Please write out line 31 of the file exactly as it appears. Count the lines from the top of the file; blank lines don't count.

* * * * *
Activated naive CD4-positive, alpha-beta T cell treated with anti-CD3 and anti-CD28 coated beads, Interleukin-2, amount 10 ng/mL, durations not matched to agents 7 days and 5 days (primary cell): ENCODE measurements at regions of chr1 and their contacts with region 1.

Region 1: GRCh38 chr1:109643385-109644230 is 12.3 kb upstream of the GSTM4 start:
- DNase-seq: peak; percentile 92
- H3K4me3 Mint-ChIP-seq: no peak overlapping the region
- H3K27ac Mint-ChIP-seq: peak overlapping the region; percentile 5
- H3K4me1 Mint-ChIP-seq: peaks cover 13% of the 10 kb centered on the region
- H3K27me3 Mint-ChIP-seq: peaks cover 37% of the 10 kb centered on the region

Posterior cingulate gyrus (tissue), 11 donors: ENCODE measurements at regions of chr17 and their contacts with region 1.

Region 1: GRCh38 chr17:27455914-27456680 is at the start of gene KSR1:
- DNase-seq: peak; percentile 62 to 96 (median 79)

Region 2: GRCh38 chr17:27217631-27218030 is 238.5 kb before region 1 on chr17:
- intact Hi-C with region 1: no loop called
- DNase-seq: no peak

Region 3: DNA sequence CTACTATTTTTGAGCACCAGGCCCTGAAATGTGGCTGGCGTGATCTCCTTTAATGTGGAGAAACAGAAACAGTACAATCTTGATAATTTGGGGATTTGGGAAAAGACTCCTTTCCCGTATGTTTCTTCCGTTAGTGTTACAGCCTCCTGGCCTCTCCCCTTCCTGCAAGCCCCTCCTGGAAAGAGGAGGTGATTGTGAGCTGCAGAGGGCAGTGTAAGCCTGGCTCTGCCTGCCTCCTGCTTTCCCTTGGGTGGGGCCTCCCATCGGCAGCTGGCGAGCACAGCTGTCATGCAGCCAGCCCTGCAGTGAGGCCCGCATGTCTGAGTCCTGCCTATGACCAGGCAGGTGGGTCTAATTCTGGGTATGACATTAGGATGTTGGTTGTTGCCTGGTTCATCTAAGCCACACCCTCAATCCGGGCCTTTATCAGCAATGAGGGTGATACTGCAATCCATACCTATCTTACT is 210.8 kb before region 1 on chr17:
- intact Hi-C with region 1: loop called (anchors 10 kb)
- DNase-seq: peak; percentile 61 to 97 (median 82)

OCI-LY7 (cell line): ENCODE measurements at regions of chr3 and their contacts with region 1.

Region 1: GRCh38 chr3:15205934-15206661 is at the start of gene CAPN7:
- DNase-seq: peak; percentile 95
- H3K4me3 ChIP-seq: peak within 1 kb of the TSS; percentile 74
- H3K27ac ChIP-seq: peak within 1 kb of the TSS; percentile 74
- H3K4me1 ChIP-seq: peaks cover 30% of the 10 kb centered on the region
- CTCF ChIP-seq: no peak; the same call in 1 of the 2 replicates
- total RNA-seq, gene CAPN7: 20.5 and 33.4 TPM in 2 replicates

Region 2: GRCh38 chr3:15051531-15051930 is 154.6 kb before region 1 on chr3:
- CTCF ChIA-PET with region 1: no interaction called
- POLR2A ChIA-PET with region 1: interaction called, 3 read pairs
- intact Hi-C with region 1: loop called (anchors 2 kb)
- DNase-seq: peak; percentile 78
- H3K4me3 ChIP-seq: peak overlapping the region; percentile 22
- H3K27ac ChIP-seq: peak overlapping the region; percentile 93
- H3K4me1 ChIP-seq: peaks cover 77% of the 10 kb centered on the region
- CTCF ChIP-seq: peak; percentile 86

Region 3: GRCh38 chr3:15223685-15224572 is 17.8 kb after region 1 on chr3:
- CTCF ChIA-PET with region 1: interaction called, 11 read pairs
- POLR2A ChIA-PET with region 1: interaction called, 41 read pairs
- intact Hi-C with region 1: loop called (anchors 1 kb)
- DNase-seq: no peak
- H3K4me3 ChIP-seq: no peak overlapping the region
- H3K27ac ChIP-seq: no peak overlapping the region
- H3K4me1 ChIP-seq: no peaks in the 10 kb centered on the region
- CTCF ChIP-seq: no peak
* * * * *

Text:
- H3K27ac ChIP-seq: peak overlapping the region; percentile 93